Later in the day an article by The Pitch was uploaded and started circulating Facebook and another frenzy began. You can read this article at http://blogs.pitch.com/plog/2011/03/animal_shelter.php#more. This was very well written and gave many details that were left out of the Kansas City Star’s article. What’s more, The Pitch gave a link to the actual complaint filed by James C. Bowers, Attorney at Law on January 18th, 2011 which was addressed to Councilwoman Cindy Circo. I will warn you that this report is very disturbing and can be difficult to read and will be impossible to forget. The document can be found at http://media.pitch.com/6074180.0.pdf .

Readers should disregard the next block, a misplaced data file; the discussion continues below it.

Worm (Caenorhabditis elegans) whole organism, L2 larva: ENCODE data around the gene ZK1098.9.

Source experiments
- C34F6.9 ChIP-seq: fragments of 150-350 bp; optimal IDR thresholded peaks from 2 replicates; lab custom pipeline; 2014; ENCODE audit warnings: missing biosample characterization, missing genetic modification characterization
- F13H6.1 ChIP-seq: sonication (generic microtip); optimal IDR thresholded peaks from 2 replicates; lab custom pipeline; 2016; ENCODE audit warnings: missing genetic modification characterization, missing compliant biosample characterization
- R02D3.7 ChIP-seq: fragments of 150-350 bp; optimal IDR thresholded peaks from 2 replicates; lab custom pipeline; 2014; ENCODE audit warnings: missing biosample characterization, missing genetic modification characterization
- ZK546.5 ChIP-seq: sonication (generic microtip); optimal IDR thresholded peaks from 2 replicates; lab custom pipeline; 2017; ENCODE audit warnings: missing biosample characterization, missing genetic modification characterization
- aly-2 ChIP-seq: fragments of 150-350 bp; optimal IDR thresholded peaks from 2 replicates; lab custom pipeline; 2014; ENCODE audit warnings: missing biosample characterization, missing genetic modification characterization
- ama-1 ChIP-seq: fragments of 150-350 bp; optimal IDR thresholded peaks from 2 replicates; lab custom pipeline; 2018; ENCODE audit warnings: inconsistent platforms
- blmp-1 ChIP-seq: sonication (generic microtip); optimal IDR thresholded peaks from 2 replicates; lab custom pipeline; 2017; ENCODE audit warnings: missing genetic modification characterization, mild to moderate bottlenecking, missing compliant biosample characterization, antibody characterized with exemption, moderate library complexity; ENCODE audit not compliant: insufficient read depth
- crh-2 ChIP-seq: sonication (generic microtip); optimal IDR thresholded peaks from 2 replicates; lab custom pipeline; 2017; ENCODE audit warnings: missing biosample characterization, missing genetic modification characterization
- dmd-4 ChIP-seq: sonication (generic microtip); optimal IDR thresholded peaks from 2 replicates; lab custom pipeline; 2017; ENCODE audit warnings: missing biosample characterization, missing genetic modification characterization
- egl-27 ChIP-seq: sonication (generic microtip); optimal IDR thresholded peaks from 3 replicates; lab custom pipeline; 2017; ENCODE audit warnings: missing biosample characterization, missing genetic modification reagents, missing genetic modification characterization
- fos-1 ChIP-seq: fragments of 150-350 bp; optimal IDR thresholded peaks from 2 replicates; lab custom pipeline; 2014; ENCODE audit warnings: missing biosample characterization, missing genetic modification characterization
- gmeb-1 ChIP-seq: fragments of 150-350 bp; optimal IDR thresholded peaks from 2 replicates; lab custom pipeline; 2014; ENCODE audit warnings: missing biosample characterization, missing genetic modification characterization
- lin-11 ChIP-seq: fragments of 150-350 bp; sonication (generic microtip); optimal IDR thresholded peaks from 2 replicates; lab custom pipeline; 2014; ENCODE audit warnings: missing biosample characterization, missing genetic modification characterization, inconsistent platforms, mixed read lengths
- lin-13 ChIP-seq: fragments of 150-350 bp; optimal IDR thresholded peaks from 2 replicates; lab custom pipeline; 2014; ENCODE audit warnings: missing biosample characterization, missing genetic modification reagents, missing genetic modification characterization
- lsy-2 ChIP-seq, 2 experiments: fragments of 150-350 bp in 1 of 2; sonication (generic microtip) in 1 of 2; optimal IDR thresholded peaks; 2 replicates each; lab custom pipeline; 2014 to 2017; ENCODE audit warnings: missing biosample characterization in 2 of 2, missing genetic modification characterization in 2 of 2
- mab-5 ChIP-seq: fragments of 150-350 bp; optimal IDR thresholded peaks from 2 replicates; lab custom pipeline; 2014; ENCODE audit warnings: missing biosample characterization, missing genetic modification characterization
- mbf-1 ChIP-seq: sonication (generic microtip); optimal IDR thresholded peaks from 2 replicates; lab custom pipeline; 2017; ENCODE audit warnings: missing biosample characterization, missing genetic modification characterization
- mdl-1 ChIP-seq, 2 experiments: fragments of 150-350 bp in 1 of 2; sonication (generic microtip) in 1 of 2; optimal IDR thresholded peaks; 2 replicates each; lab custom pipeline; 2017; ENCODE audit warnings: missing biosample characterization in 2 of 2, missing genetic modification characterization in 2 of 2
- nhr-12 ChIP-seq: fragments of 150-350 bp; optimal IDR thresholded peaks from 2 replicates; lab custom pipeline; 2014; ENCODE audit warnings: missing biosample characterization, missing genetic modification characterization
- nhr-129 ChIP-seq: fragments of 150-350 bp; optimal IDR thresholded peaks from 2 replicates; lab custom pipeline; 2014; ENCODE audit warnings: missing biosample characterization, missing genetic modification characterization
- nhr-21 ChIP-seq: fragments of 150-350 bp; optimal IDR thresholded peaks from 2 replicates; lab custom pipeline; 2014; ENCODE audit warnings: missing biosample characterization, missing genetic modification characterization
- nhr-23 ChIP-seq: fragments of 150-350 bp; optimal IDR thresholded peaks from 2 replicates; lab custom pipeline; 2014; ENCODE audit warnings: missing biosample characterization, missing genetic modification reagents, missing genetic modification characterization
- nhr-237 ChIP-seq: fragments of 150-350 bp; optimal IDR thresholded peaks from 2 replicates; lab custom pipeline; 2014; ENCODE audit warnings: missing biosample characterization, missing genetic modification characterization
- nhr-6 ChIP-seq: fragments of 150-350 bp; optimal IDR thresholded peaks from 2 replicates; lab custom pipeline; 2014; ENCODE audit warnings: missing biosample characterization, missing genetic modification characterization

After reading (and you better have) the information provided on those three web pages I hope that you can better understand the situation that all of Kansas City, Missouri finds themselves involved in. It’s your responsibility to know what is happening in your city and what happens with your tax money. Learn the demise of great animals that just weren’t cared for in the capacity that should be available to them, especially from a veterinarian. Especially from a veterinarian that RUNS a facility where a cruel death happens. You need to know what could possibly happen to your precious “Bingo” or cuddly “Lucky” if left in the hands of a high-kill shelter with management that acts as if they could care less about the welfare of your family (because we all know that’s what pets really are). It’s went on this long because KANSAS CITY did nothing. Thankfully, a handful of people risked it all to attempt to make a difference and I hope to hell that they can. A battle has been won, some troops have retreated but the General on the other side has yet to wave his white flag and admit defeat. There is still a long war ahead of us and it will take many men to win it. Unfortunately, lives will still be lost in the process.